top of page

Another Life
by Daniel Kleederman





"I need to learn the meaning of work."

This is the enormous, earnest wondering that opens Another Life, the debut full-length record from Bartees Strange guitarist, Daniel Kleederman. This gentle introduction of opener "A Knock At The Door" begins with chiming bell tones, watery guitars, and Kleederman’s soft vocals before shifting into a gorgeous R&B groove, which continues to unfurl and bloom into rich new soundscapes. It’s expansive and kaleidoscopic, an alt-prog-indie-rock saga. This sets the stage for an 11-track exploration of grieving, losing, and coming to terms with the relentlessly bizarre passage of time. This is sometimes gentle and precise, soft and patient; at other moments, it is crashing and thunderous; at others still, it is red-hot with groove, passion, and joy. Kleederman comes from the school of 20th century blues players who had their own distinct 'guitar-voice,' and here, Kleederman shares his own: a breathtakingly dynamic, sensitive, and almost otherworldly control of his instrument and the compositions it creates. These tug on strings from indie and classic rock, folk, pop, Americana, prog, psychedelic, experimental, jazz, blues, every and anything in the great British and American songbooks. "I’m an optimist by nature, drawn to look at loss, death, and difficulties close to home, straight in the eye" says Kleederman. "Songwriting is a venue for me to square up with myself in the most tender places of life. My music - to my ear, at least - seems to take on a number of different tones: from tongue-in-cheek, playful narratives, to dramatic, moody spaces, to tender, lullaby-like ballads. But I think the thing in common throughout is that I’m making space for grief and faith at the same time." Kleederman has spent years backing other bands, most recently and notably as lead guitarist and musical director for indie rock powder keg Bartees Strange, who heard Kleederman when they played on the same bill and felt called to have the guitarist’s expressive musical voice in his band. Like Strange, Kleederman’s solo work is hard to easily pin down, challenging a world often bogged down by genre specifications. And in Kleederman's case, there seems to be a soft request underneath the various styles - a request for time and trust in a world dominated by immediacy. "I do feel compelled to slow the pace down and suggest a bit of a time-change," says Kleederman. Kleederman recorded with producer and longtime friend Chris Connors (Co-Producer on Strange's Farm to Table), working with him each Wednesday for at least a year. Week to week, Connors often reined in Kleederman’s tendency to overanalyze his own work, keeping the project moving towards the finish line, while also creatively contributing across a multitude of instruments. Along with the expressive drumming of longtime bandmate, Alex Goldberg, the LP acheives the kind of tight, yet loose-limbed feel that can only come with a chemistry built by many years. There are short, one minute exercises in quiet and chaos like "I Know This Is Not The Place To Go In," and sprawling indie-prog epics like "Compromised Positions," which darts between moods, tempos, and instrumentations. "She’ll Be Pt. 1" and chaser "She’ll Be Pt. 2" flirt with Beatles-meets-Radiohead arrangements that sway at first then lurch into a psychedelic breakdown midway through the latter, complete with extraterrestrial solos. This psychedelia crops up often, but in a way that feels natural and not necessarily unusual, just obscured. "You don’t have to go that far or deep to get trippy," says Kleederman. "It’s actually right here in the trees, and the fact that we disintegrate into the ground when we die. I find life to have naturally trippy elements and I want to express those elements." Or, put another way: "This is me addressing the mindfuck of loss, change, and falling apart."  "I’ll Be" is intricate even as it floats on blues-folk strumming and sleepy drums, and the sub-30 second folk harmonies of "Don’t Mind Waiting (To Die)" give way to the stunning psych-classic-rock of "They’ll Be," which explodes with synths, full band, and a harmonized chorus of voices like a hit of some holy drug. "Another Life" follows and broods in cavernous darkness before a dramatic outro. "Answers" closes things with folk finger-picking that heats to a slow-burn, then a thrashing, towering climax over which Kleederman first whispers, then cries, "You’ve got all the right answers, boy!" Like some cosmic, cryptic answer to that initial, wondering offer.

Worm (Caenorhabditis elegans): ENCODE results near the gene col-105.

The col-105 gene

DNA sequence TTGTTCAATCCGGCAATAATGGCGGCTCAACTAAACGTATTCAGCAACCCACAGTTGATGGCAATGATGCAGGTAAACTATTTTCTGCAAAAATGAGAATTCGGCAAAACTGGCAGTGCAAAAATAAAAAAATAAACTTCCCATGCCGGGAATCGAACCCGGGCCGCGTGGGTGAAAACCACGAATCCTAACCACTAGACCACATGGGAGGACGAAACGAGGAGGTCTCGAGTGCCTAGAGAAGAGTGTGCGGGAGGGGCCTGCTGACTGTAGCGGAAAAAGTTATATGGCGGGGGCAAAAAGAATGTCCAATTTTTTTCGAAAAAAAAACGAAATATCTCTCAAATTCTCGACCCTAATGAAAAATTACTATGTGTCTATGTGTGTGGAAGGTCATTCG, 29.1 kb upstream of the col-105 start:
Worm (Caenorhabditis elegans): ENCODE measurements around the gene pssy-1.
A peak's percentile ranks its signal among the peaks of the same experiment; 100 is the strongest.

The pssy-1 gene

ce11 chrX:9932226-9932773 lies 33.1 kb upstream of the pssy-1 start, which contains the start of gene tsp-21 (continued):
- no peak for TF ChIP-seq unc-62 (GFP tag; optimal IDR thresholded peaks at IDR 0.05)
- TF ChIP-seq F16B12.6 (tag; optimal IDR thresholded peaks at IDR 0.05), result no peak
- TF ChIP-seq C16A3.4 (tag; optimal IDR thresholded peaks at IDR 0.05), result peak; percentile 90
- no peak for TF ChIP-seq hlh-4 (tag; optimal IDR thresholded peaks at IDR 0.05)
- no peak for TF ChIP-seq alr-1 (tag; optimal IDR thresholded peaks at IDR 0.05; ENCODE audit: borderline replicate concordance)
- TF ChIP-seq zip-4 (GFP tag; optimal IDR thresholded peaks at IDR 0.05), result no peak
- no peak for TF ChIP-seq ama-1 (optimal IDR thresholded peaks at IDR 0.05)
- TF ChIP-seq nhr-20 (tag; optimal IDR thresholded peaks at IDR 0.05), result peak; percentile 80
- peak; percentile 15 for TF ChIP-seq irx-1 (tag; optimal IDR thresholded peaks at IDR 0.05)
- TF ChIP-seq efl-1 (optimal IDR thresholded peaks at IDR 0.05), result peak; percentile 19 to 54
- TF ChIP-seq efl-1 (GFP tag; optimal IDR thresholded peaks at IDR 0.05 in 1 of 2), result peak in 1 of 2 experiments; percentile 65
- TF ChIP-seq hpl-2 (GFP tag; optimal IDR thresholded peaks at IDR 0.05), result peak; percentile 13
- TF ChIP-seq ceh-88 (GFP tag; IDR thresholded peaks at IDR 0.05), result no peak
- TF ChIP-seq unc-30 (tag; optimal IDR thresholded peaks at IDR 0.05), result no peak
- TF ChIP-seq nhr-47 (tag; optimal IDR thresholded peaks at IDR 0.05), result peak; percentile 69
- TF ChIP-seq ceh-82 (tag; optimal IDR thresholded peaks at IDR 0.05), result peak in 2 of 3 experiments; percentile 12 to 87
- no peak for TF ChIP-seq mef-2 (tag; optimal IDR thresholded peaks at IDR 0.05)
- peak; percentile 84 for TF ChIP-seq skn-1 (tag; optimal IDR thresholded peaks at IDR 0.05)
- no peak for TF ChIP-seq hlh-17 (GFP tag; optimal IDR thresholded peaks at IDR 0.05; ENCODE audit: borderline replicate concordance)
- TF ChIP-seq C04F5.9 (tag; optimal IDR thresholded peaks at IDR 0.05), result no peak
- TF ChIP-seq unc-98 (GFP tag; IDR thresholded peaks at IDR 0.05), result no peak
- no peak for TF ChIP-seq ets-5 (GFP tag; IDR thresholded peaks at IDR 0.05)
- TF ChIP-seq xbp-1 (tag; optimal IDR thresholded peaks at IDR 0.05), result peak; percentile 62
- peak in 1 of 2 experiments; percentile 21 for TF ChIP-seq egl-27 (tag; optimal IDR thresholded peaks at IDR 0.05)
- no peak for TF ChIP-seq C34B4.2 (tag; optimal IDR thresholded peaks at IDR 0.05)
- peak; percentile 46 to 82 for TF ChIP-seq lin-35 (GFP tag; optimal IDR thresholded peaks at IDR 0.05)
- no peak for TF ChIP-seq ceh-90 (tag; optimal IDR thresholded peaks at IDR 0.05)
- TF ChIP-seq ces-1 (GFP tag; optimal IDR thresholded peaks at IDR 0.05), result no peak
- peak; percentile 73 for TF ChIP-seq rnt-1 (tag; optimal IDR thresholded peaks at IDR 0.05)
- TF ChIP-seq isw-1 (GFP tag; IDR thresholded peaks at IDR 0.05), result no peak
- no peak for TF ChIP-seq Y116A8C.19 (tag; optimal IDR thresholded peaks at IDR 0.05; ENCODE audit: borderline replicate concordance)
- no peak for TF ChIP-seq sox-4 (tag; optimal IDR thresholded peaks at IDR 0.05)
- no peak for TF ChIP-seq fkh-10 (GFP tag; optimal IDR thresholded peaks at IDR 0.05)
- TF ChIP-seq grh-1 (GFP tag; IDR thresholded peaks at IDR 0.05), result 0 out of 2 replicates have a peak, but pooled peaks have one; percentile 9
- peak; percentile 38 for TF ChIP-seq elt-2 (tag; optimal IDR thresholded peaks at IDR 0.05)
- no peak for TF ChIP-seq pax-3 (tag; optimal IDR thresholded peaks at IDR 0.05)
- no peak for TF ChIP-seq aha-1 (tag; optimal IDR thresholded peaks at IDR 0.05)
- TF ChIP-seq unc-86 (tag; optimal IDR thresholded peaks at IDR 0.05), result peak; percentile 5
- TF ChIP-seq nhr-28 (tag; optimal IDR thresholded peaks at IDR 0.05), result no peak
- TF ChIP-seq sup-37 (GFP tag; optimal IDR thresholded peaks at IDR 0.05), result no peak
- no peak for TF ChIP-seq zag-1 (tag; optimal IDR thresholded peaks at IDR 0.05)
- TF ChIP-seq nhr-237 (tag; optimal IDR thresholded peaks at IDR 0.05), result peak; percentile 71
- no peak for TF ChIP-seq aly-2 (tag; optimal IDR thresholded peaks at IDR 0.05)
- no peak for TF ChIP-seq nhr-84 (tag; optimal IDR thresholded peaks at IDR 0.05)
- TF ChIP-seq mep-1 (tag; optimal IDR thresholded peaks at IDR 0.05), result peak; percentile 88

bottom of page